16144218_10211825217931692_226320391_nDON SHANAHAN is a Chicago-based film critic writing on his website Every Movie Has a Lesson.  He is also one of the founders and directors of the Chicago Independent Film Critics Circle.  As an elementary educator by day, Don writes his movie reviews with life lessons in mind, from the serious to the farcical.  As a contributor here on Feelin’ Film, he’s going to expand those lessons to current movie news and trends.  Find “Every Movie Has a Lesson” on Facebook, Twitter, Medium, and Creators Media.

2017 Feeler’s Choice Awards Ballot

Voting is now open for the 2017 Feeler’s Choice Awards! 

A huge thank you goes out to all who submitted nominations. We have some award nominations very much in common with major award circuits and others that have some shocking differences.

All are invited to vote. Voting will close at midnight on February 21, 2017. Each award will be announced  at the same time as its corresponding Oscar category on Sunday night, February 26, via Feelin’ Film social media feeds (Twitter), (Facebook), and (Instagram), as well as in our Facebook Discussion Group which is open for all to join. We’ll recap the Feeler’s Choice Awards in our Oscar reaction podcast and also via blog post after the awards have all been announced.

Here’s that link to vote one more time: https://www.surveymonkey.com/r/SZH3B2K

We can’t wait to see what films and performers this community selects!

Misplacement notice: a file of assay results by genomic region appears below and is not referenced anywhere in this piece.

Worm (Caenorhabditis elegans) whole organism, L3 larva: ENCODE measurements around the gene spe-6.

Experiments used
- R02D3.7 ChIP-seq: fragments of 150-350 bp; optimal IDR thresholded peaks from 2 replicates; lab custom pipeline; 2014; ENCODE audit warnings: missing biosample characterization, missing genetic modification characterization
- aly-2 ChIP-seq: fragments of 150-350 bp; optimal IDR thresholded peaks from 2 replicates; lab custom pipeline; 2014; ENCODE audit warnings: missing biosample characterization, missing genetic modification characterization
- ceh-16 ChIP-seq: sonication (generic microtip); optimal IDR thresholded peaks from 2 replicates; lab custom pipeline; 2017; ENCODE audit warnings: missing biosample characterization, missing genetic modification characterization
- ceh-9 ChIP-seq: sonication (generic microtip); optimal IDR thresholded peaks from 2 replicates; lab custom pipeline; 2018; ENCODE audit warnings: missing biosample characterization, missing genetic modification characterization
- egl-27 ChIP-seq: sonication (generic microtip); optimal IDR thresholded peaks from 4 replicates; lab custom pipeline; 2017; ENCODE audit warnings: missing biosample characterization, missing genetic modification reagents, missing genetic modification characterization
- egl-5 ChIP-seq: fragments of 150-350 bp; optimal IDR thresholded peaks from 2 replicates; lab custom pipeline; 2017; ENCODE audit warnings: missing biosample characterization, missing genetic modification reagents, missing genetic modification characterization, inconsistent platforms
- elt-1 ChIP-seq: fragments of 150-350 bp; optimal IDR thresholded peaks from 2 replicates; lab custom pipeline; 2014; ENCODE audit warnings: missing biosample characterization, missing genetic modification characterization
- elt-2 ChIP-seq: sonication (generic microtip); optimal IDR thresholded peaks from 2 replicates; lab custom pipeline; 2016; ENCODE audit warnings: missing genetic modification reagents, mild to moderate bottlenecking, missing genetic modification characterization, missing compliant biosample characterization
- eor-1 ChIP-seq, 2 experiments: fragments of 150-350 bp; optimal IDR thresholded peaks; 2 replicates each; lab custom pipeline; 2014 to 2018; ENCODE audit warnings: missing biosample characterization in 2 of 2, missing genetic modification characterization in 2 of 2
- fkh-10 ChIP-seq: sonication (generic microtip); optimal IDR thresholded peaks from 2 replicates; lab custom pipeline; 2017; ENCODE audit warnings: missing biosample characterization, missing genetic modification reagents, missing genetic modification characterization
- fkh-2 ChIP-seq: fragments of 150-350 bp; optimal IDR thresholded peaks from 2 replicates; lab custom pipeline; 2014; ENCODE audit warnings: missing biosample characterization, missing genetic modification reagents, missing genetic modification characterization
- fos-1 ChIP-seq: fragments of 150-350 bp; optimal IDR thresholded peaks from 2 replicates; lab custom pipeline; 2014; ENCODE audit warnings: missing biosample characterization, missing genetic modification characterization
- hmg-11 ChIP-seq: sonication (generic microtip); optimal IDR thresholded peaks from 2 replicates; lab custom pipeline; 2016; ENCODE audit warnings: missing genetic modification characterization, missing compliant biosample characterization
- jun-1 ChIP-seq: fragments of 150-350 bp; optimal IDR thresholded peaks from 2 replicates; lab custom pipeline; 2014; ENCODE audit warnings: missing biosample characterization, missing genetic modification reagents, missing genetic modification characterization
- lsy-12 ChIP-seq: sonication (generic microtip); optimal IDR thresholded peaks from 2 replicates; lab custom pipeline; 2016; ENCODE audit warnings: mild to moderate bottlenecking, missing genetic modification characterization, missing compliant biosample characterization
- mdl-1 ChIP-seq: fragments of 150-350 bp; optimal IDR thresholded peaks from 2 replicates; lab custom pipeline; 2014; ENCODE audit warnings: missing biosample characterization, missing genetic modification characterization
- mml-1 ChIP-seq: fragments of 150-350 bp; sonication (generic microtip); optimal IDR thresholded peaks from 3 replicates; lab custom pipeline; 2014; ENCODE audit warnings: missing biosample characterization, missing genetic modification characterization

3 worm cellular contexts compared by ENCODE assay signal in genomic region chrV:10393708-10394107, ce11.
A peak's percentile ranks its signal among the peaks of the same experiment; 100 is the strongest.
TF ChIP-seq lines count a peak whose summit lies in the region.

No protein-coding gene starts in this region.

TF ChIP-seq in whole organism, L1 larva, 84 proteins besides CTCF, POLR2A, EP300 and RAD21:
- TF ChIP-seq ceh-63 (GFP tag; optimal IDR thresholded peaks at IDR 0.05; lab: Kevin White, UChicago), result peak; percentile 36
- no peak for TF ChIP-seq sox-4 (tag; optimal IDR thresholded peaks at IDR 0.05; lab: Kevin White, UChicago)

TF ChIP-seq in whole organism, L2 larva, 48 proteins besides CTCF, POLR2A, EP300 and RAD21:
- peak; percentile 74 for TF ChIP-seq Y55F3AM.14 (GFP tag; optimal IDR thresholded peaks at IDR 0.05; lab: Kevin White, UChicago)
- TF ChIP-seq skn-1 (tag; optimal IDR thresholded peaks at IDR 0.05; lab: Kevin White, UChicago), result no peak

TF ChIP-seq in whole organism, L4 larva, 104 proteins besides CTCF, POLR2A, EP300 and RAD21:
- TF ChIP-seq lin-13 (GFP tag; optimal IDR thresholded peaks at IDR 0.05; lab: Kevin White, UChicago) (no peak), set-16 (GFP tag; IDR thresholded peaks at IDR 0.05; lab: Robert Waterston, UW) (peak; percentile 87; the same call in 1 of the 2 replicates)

What We Learned this Week: January 28-February 3

LESSON #1: THE LOCKS TO THE OSCAR DOORS FOR LEAD PERFORMANCES HAVE BEEN BLOWN OFF— The Screen Actors Guild Awards this past on Sunday shook up the Best Actor and Best Actress Oscar races in unexpected ways.  “Manchester by the Sea” star Casey Affleck has won virtually ever major and minor lead-up award (go look at the data here), yet here comes Denzel Washington for “Fences.”  Is a comeuppance coming (one that I hinted at last week) for Affleck?  Only three times in 21 years of the SAG Awards, and not since 2003, has the Best Actor SAG winner NOT gone on to win the Oscar.  Over in Best Actress, Natalie Portman and Isabelle Huppert have been deadlocked and trading wins all awards season.  In comes Golden Globe winner Emma Stone and the rush of “La La Land” to take the SAG.  Their category just became the hardest one to predict for February 25.  The SAG-to-Oscsar correlation in Best Actress is looser than Best Actor, but not by much with only five departures out of 21.